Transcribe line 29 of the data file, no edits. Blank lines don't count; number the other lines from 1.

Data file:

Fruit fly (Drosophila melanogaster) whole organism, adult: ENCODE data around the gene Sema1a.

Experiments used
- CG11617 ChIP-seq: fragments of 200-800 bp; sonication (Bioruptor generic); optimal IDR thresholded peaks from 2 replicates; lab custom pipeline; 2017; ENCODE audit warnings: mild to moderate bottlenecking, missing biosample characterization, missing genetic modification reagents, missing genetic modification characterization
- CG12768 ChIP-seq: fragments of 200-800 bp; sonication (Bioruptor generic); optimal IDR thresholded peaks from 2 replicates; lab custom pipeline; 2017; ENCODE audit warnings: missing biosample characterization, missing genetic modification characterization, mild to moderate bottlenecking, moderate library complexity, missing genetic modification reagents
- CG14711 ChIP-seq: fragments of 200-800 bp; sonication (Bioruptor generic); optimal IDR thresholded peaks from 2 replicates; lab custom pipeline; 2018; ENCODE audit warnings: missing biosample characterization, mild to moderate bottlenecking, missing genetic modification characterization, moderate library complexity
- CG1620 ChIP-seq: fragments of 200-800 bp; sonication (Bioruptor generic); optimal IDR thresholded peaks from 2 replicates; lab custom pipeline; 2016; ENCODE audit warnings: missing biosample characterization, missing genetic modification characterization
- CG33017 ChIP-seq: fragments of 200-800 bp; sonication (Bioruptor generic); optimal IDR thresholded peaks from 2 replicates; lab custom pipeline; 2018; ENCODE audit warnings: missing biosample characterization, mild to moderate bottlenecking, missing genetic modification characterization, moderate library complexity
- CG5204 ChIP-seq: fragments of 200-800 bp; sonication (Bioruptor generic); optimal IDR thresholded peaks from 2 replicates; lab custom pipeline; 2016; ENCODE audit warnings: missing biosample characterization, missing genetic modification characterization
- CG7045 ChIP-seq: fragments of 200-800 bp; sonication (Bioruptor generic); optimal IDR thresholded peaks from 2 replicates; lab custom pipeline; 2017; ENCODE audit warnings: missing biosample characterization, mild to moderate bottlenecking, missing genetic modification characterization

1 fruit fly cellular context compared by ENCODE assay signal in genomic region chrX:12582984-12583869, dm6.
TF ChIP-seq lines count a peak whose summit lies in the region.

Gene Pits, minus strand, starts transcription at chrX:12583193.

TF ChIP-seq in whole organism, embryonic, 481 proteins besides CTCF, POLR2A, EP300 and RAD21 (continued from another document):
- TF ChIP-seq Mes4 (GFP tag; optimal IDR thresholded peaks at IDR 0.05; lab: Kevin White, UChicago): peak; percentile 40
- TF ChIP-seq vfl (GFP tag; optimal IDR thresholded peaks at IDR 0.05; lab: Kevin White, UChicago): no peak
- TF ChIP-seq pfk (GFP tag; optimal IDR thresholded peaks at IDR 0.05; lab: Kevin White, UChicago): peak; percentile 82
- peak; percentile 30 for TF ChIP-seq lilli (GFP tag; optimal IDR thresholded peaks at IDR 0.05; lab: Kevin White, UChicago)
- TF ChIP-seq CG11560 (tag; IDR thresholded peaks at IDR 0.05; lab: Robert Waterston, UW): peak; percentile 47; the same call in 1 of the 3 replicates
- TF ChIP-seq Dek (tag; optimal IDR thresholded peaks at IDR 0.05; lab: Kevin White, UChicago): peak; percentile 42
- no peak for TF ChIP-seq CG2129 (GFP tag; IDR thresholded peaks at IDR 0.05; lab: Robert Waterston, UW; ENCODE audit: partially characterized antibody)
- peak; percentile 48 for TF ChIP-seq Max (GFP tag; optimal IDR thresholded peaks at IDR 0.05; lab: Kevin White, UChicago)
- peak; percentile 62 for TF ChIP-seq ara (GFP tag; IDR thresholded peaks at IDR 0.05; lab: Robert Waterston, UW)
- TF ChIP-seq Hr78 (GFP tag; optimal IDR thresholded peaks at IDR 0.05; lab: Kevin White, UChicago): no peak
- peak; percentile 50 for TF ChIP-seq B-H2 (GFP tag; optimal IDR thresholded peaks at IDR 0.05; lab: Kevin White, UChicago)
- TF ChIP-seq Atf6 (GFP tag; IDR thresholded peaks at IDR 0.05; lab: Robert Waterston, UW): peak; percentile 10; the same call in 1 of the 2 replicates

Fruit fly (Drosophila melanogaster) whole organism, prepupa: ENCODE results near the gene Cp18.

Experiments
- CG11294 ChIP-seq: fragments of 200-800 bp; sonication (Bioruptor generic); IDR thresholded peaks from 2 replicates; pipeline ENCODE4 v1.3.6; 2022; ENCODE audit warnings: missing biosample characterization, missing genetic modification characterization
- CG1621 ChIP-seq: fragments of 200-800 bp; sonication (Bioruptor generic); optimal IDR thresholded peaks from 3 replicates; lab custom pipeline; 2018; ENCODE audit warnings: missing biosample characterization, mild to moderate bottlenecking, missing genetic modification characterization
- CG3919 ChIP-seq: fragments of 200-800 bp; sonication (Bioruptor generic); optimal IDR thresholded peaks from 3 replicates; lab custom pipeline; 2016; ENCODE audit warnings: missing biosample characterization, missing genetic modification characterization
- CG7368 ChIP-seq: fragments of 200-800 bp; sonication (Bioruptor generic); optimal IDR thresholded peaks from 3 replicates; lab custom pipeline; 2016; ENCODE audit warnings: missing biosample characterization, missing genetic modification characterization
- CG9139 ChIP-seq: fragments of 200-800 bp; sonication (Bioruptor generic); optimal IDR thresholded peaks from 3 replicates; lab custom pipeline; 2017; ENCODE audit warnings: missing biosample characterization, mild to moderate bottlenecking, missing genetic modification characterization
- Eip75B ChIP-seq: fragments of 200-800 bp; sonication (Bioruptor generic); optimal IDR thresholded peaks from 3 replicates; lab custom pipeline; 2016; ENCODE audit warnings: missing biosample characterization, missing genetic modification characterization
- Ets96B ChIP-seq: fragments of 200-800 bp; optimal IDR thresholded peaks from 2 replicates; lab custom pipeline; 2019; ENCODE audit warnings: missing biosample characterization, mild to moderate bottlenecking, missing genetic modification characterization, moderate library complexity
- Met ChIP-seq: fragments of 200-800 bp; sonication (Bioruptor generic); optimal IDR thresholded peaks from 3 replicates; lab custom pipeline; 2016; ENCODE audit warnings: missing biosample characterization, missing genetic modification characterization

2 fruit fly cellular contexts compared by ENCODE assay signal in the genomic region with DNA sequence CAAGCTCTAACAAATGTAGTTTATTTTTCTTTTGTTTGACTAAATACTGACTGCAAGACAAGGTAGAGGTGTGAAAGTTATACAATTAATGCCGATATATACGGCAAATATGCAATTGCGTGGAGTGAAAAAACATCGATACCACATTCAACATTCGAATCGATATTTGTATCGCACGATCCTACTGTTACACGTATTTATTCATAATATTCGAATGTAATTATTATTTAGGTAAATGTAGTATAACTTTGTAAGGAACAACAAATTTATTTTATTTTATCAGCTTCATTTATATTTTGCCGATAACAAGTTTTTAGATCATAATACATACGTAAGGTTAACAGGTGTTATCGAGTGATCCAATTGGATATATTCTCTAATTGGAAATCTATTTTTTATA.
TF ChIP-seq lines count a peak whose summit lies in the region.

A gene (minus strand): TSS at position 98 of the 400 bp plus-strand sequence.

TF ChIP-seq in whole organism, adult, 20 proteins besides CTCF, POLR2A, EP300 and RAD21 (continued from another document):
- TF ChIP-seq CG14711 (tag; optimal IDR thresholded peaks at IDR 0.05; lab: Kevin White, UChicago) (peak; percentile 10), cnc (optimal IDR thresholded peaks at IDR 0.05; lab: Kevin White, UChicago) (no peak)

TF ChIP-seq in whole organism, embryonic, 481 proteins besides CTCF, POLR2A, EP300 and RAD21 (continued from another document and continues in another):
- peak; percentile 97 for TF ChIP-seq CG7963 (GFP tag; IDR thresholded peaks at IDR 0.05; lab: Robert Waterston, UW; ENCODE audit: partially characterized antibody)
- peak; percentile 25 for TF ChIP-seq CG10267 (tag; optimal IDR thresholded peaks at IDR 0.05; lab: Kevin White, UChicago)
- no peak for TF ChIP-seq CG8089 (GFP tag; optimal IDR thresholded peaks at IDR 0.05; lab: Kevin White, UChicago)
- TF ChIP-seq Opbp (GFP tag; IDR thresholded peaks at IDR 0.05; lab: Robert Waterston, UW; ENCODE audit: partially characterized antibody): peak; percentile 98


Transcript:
- CG1621 ChIP-seq: fragments of 200-800 bp; sonication (Bioruptor generic); optimal IDR thresholded peaks from 3 replicates; lab custom pipeline; 2018; ENCODE audit warnings: missing biosample characterization, mild to moderate bottlenecking, missing genetic modification characterization